Monday, July 31, 2017

WQ6X Dabbles in RSGB IOTA GiG



[This BLOG entry is dedicated to my late brother-in-law Ken Triplett who recently
left this plane of existence for yet another journey. Wherever you may be my friend, you will always be remembered. 

After your memorial event, during the IOTA contest I searched the radio bands looking for new islands to communicate with. 

Several different times during the wee hours I felt your always curious-presence as you marveled at the thousands of amateur radio stations who struggle to communicate wirelessly across the ether while your presence more-easily makes itself
known, with no struggle at all
May your journey of the spirit

be a JOYOUS ONE.]



NX6T undergoing a computer & power strip revamp
The last time I made an attempt - and that's all we can say about it - in the RSGB IOTA (Islands On the Air) radiosport contest was way back in 2012, running a portable setup from Alameda hoping it would qualify as an island; it didn't. Wanting to up my 2017 contest entry count, seeing the 2017
IOTA GiG on the WA7BNM contest calendar prompted me to give it another try; this time only
as an island CHASER. [CLICK HERE] to see the RSGB IOTA contest rules.

Because IOTA is an RSGB contest the starting time is 12:00z (5am PDT) for a total 24 hours.
While I was able to make the 12:00z start on Saturday and operate to the 12:00z end on Sunday, funeral attendance and family obligations kept me off the air from 15:00z to 05:55z. However once

I fired up for the evening on 40 meters, I kicked the momentum into higher gear.




Because STN-1 @ NX6T has been recently revamped, N6KI encouraged me to put the entire setup through a remote access "stress test".

Minus a little bit of internet "burbling" Saturday morning, overall the new station changes worked very well.


Space WX wise while we were not up against a K-index of 5 or an A-Index of 50, having a K-Index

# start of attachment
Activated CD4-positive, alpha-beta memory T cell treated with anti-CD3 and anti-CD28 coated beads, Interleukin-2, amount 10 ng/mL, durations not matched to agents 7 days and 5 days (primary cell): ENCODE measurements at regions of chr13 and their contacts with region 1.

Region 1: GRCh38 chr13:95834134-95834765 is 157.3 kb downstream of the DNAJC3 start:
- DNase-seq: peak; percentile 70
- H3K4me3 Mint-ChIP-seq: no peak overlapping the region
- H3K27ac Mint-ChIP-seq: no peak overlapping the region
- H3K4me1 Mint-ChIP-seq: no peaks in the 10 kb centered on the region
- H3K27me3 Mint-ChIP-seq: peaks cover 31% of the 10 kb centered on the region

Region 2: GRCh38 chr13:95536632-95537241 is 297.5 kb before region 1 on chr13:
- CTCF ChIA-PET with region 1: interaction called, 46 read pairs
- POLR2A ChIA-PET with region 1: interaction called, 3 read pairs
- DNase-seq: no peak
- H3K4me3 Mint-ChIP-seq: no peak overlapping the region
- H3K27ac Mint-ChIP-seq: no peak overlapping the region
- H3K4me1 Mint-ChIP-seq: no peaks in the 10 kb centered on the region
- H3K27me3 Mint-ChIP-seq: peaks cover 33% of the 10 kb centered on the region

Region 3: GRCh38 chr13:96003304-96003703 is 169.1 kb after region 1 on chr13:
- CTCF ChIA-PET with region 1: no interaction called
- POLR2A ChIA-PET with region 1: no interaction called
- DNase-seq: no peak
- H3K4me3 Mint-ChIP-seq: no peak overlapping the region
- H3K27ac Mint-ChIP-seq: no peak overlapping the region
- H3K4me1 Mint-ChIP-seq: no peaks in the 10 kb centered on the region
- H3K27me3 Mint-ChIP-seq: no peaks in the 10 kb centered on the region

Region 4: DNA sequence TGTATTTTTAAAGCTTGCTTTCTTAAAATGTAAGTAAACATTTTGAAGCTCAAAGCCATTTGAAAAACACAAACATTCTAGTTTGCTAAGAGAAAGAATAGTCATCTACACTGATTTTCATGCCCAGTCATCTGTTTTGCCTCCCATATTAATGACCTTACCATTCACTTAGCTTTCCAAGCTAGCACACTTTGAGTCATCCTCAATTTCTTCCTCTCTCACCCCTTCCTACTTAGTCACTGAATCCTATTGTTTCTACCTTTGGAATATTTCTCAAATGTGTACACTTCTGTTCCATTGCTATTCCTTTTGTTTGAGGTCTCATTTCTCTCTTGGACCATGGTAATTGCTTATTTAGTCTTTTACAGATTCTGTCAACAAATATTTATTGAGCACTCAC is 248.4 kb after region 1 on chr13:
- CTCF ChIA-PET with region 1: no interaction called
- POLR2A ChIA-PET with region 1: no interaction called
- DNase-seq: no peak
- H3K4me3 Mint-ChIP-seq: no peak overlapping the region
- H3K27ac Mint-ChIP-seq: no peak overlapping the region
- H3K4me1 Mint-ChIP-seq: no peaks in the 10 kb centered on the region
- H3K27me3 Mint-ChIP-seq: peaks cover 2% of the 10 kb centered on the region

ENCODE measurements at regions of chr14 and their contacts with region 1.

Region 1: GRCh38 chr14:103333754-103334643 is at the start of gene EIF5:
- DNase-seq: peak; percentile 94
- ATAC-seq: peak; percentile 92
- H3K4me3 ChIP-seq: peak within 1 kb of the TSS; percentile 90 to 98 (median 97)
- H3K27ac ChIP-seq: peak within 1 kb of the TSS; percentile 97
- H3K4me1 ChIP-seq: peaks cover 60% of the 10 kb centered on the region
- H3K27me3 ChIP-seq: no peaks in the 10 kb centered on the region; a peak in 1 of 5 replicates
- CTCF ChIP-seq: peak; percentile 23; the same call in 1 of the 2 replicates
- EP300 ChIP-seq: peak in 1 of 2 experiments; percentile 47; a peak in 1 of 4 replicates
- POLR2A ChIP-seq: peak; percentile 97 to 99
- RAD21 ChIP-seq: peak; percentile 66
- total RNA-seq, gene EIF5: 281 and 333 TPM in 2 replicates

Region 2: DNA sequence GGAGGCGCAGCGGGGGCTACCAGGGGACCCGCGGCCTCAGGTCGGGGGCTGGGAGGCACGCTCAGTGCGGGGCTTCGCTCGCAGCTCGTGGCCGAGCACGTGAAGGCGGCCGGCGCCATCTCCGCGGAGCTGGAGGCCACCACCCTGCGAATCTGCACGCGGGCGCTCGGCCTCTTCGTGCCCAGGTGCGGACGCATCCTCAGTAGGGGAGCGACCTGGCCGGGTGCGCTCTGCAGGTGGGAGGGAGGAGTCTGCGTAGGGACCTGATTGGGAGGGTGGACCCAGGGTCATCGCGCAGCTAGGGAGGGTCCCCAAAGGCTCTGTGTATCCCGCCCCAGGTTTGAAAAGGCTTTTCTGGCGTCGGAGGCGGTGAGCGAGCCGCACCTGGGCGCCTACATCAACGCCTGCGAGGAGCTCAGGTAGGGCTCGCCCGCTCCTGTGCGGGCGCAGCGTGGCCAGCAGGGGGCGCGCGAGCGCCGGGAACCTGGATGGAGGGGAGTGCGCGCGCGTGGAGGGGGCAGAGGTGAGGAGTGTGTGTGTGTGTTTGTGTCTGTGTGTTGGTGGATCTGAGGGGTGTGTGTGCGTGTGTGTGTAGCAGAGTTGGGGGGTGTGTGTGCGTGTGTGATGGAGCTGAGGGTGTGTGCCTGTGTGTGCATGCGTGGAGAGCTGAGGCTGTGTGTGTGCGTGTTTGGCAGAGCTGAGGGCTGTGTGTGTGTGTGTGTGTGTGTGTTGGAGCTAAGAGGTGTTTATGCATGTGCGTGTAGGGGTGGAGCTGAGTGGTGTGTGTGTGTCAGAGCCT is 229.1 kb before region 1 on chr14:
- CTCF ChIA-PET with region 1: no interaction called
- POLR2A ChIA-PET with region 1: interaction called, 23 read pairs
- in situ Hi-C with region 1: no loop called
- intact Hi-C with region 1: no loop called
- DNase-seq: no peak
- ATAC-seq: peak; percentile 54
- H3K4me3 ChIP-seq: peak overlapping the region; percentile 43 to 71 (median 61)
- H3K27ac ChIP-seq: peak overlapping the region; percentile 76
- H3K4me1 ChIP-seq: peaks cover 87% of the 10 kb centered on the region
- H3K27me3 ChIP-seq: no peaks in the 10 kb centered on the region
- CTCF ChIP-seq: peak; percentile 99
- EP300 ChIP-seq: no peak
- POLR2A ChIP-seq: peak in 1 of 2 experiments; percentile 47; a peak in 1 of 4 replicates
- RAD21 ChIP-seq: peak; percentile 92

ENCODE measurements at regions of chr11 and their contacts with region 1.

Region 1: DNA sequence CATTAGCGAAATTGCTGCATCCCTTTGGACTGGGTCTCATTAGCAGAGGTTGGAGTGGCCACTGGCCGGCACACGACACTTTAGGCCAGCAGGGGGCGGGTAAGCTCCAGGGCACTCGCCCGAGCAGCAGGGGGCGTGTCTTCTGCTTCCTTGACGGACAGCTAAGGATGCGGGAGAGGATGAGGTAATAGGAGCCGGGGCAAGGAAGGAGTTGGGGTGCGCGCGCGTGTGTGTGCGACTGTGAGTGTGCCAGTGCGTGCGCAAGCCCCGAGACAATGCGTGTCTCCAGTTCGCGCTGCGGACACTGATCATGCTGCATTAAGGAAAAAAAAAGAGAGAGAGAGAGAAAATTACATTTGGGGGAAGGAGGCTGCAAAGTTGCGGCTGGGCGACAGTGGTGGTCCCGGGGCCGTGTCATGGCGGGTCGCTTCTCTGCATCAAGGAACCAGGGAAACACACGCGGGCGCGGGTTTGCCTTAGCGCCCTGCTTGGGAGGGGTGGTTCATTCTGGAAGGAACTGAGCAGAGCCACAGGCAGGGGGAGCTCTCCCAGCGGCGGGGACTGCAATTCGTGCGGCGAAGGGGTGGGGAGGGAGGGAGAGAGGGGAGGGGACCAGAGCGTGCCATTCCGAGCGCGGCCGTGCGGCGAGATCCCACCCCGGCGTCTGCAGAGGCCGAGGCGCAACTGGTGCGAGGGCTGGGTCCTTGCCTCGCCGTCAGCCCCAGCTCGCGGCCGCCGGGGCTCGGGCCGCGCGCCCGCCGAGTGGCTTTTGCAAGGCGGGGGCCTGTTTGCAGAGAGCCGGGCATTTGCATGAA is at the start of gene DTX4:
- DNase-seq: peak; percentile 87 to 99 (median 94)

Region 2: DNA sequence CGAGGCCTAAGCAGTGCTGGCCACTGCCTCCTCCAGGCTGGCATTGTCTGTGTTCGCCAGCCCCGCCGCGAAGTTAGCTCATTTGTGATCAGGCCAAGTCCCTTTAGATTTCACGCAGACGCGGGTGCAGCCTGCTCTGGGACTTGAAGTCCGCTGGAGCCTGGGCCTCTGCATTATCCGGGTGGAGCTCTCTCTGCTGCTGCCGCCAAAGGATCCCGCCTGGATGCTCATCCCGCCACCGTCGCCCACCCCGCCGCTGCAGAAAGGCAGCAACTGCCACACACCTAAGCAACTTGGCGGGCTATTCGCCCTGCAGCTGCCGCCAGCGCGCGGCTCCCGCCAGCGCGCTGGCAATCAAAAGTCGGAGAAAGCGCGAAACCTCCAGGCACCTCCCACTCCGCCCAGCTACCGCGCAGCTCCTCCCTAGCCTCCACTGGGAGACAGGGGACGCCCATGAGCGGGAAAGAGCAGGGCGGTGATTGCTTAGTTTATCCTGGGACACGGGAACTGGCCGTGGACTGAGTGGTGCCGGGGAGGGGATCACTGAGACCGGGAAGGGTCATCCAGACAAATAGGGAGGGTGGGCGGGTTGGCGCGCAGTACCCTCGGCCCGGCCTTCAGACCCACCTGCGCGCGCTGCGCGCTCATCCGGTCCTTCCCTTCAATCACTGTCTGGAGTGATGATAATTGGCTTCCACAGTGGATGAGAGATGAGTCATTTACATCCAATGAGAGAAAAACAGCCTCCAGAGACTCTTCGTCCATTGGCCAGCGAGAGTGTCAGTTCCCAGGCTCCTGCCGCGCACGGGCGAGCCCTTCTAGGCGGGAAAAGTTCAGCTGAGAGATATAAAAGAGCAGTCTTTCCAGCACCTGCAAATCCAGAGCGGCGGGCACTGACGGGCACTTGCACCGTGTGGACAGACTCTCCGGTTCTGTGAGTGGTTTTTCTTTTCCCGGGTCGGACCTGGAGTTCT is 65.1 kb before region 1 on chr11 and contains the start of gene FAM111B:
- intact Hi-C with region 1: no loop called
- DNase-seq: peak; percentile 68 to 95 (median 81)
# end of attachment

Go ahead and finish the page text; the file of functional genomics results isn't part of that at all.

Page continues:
of 2 was just bad enough to be an annoyance.

On 40-meters, the noise level was consistently S-6 with fast-fade QSB, requiring many repeats. Typically, when I ask for a repeat of specific piece of information (UR NR AGN?), stations send the WHOLE exchange; which is NoT what I want. Because of quick-fading, when you send the WHOLE exchange, after I beautifully hear "599", the serial-# quickly fades into the noise. The solution is to do what I do - define a SINGLE function key SPECIFICALLY for EACH piece of information. Then when asked, press the function for JUST that information.



To make things easier I ran the Elecraft K3 barefoot. Running it into the ACOM 2000a amplifier would have entailed engaging the shack's newly installed A/C system; another variable that would have required my side-attention.

When I run remote, I have enough different things to be aware of.  If this were a multi-OP operation, having other operators there would allow the A/C to be properly configured at all times, making an HP entry the way to go.


For this operation, it was not a matter of whether or not other stations could hear my signal; if I could hear them, I could eventually work them.  All operations were conducted from antennas supported by Tower #2; a 3-el Stepp-IR for the high bands, 2-elements on 40 and a droopy Inverted Vee on 80, yielding 2 Texas stations and P40X in Aruba.

The RSGB IOTA contest is unique in that we don't transmit locational zones (as in the CQ WW and IARU contests), nor do we transmit state locations or power levels (as in the ARRL DX contest). Instead, the sought after stations (islands) transmit 599, a serial # and an island designator, while
the rest of us simply transmit 599 and a serial #. The island designator consists of a continental abbreviation (NA, SA, EU, AF, AS & OC) followed by a number specifying the specific island. 

This year there were no AF stations and only one SA entry in the WQ6X Log.
Because I started late on Saturday evening, 20 was open only to OC; for Europe, 40 meters